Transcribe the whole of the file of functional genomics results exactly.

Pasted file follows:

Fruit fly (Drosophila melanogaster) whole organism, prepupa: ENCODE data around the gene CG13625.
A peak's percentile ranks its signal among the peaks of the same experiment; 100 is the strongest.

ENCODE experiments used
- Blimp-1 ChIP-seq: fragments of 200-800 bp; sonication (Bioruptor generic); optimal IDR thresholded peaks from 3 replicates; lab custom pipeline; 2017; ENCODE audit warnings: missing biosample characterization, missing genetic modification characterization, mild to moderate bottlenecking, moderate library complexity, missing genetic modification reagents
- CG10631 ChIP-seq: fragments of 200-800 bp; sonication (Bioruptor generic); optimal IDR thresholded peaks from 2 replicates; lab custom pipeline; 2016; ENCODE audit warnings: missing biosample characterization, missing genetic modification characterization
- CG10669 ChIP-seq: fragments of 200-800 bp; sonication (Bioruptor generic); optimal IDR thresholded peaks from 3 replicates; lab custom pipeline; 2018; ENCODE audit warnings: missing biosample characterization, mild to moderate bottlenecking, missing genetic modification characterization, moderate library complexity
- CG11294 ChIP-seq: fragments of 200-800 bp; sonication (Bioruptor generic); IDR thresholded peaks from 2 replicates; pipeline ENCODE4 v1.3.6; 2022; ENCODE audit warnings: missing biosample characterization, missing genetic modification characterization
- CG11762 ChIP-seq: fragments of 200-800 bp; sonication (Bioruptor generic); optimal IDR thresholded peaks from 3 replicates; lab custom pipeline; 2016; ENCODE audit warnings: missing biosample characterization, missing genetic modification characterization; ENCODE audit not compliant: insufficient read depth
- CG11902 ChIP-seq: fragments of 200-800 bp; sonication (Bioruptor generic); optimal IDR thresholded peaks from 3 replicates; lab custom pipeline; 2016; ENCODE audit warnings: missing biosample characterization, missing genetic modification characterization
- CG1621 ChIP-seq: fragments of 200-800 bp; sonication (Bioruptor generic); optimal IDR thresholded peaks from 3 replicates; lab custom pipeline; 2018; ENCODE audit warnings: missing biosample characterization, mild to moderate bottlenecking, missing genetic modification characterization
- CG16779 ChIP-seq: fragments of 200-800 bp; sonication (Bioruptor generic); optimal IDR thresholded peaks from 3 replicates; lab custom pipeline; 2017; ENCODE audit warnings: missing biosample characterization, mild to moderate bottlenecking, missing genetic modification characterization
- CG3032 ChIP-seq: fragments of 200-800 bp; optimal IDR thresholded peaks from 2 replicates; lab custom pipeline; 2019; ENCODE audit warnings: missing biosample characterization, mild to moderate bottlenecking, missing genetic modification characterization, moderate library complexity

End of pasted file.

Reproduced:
Fruit fly (Drosophila melanogaster) whole organism, prepupa: ENCODE data around the gene CG13625.
A peak's percentile ranks its signal among the peaks of the same experiment; 100 is the strongest.

ENCODE experiments used
- Blimp-1 ChIP-seq: fragments of 200-800 bp; sonication (Bioruptor generic); optimal IDR thresholded peaks from 3 replicates; lab custom pipeline; 2017; ENCODE audit warnings: missing biosample characterization, missing genetic modification characterization, mild to moderate bottlenecking, moderate library complexity, missing genetic modification reagents
- CG10631 ChIP-seq: fragments of 200-800 bp; sonication (Bioruptor generic); optimal IDR thresholded peaks from 2 replicates; lab custom pipeline; 2016; ENCODE audit warnings: missing biosample characterization, missing genetic modification characterization
- CG10669 ChIP-seq: fragments of 200-800 bp; sonication (Bioruptor generic); optimal IDR thresholded peaks from 3 replicates; lab custom pipeline; 2018; ENCODE audit warnings: missing biosample characterization, mild to moderate bottlenecking, missing genetic modification characterization, moderate library complexity
- CG11294 ChIP-seq: fragments of 200-800 bp; sonication (Bioruptor generic); IDR thresholded peaks from 2 replicates; pipeline ENCODE4 v1.3.6; 2022; ENCODE audit warnings: missing biosample characterization, missing genetic modification characterization
- CG11762 ChIP-seq: fragments of 200-800 bp; sonication (Bioruptor generic); optimal IDR thresholded peaks from 3 replicates; lab custom pipeline; 2016; ENCODE audit warnings: missing biosample characterization, missing genetic modification characterization; ENCODE audit not compliant: insufficient read depth
- CG11902 ChIP-seq: fragments of 200-800 bp; sonication (Bioruptor generic); optimal IDR thresholded peaks from 3 replicates; lab custom pipeline; 2016; ENCODE audit warnings: missing biosample characterization, missing genetic modification characterization
- CG1621 ChIP-seq: fragments of 200-800 bp; sonication (Bioruptor generic); optimal IDR thresholded peaks from 3 replicates; lab custom pipeline; 2018; ENCODE audit warnings: missing biosample characterization, mild to moderate bottlenecking, missing genetic modification characterization
- CG16779 ChIP-seq: fragments of 200-800 bp; sonication (Bioruptor generic); optimal IDR thresholded peaks from 3 replicates; lab custom pipeline; 2017; ENCODE audit warnings: missing biosample characterization, mild to moderate bottlenecking, missing genetic modification characterization
- CG3032 ChIP-seq: fragments of 200-800 bp; optimal IDR thresholded peaks from 2 replicates; lab custom pipeline; 2019; ENCODE audit warnings: missing biosample characterization, mild to moderate bottlenecking, missing genetic modification characterization, moderate library complexity